In this volume well-known scholars from India and Latin America – Enrique Dussel, Madhu Dubey, Walter Mignolo and Sudipta Sen to name a few – discuss the concepts of modernity and colonialism, and describe how the two relate to each other.
Unbecoming Modern: Colonialism, Modernity, Colonial Modernities explores the vital impact of the colonial pasts of India, Mexico, China and the even the Unites States on the processes through which these countries have become modern.
The collection is unique as it brings together a range of disciplines and perspectives. The topics discussed include the Zapatista movement in southern Mexico, the image of the South in recent African-American literature, the theories of Andre Gunder Frank about the early modernization of Asian countries, and the contradictions of the colonial state in India.
A cruise along the streets of Chennai – or Silicon Valley – filled with professional young Indian men and women, reveals the new face of India. In the twenty-first century, Indians have acquired a new kind of global visibility, one of rapid economic advancement and, in the information technology industry, spectacular prowess.
In this book C.J.Fuller and Haripriya Narasimhan examine one particularly striking group who have taken part in this development: Tamil Brahmans – a formerly traditional, rural, high-caste elite who have transformed themselves into a new middle-class caste in India, the United States, and elsewhere.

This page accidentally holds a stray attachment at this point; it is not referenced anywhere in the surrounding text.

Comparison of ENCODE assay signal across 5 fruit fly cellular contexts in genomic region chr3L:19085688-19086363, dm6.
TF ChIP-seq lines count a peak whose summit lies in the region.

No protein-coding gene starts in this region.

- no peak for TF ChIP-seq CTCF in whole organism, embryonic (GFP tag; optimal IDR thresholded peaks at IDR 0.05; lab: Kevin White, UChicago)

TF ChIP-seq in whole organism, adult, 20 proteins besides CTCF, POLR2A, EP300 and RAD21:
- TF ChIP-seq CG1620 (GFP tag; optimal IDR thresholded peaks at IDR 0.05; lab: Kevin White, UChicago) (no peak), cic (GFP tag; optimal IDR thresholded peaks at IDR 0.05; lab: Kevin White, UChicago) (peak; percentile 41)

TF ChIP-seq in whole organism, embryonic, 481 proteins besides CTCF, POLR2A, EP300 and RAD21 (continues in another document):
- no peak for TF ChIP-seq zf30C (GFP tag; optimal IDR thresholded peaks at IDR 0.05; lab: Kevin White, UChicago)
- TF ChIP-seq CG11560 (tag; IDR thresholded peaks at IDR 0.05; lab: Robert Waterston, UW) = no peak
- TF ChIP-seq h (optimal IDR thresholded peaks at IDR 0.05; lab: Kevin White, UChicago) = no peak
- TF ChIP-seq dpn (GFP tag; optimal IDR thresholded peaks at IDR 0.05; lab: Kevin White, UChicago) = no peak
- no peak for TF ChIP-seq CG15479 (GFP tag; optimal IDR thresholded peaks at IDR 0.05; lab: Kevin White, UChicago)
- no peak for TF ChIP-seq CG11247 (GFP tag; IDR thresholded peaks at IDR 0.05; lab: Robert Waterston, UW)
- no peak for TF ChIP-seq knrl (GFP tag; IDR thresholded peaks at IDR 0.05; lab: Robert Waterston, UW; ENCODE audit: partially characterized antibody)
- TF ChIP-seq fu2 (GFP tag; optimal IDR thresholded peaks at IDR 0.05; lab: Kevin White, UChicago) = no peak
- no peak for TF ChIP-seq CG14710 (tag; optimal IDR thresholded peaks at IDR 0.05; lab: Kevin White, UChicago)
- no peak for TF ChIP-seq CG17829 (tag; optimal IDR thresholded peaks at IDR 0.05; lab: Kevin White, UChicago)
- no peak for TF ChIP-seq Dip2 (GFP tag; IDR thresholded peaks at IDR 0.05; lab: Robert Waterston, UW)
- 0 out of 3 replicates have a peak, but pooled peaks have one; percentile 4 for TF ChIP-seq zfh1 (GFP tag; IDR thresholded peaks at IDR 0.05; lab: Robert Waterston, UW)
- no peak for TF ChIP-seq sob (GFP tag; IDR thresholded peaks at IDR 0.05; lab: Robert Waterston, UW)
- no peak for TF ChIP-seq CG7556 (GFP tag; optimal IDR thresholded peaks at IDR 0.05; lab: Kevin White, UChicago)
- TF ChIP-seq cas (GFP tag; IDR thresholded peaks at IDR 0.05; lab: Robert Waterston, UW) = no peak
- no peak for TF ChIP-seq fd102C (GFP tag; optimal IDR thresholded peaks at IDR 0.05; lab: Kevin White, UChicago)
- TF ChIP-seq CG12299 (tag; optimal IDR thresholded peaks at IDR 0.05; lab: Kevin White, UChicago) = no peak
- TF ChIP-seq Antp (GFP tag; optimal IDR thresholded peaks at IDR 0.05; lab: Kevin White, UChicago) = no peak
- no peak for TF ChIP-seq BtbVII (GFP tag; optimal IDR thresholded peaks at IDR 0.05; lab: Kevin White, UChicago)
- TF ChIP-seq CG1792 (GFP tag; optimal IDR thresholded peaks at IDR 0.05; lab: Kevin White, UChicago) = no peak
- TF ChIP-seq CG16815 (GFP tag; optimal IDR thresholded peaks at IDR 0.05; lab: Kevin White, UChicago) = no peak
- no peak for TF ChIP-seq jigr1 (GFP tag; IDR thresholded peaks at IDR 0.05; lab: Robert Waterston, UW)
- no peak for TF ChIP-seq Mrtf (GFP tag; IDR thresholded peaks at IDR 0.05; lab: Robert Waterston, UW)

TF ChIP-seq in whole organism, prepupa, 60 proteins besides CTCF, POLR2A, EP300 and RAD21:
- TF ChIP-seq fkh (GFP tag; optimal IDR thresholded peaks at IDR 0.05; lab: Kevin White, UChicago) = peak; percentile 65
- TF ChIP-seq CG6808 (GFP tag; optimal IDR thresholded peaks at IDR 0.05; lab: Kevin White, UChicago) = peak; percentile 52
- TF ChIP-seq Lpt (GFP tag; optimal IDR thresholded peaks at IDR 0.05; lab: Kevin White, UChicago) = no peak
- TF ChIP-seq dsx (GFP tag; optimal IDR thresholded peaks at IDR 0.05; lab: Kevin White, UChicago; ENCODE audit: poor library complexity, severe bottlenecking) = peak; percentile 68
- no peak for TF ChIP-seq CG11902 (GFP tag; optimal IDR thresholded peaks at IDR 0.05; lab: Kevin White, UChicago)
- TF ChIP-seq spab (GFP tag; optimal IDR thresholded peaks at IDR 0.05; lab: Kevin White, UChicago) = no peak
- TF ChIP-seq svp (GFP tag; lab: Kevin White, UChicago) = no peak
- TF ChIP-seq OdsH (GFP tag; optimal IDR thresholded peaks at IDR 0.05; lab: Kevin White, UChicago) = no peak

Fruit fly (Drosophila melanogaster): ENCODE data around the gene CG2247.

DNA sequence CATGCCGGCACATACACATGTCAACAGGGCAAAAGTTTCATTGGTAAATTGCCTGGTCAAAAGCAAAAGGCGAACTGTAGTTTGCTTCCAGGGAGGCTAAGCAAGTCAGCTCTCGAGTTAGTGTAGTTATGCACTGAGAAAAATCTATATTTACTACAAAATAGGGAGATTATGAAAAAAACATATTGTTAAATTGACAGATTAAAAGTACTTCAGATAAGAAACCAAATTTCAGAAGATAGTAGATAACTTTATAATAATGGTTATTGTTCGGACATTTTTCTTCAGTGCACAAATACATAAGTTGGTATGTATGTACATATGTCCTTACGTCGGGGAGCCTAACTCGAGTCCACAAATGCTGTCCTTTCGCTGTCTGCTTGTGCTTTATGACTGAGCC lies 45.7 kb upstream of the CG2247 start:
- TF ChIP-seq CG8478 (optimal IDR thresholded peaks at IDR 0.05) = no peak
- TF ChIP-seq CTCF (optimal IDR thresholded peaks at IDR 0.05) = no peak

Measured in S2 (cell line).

Globalization is a controversial subject. While some argue that it promotes economic growth that translates into social progress, others believe that it is detrimental to social advancement. There is a broad consensus in the international community that all states should be urged to improve their social conditions, a position most strongly articulated in the Millennium Development Goals (MDG) declaration of the United Nations.
Globalization and the Millennium Development Goals brings together conceptual and empirical insights into the interaction of globalization and the social sectors, focusing especially on the MDGs. Some of the papers included here explicitly look at the Indian experience with social progress in the context of globalization. The volume with introductory remarks by Meghnad Desai, reflects the multifarious views regarding the interplay between economic development and social progress and attempts to answer the question: Can globalization have a human face?
The book emphasizes the need to go beyond the conventional definition of poverty and look at the various human aspects of the problem. Eminent social scientists study poverty in its wider sense, in the light of the latest data available for India.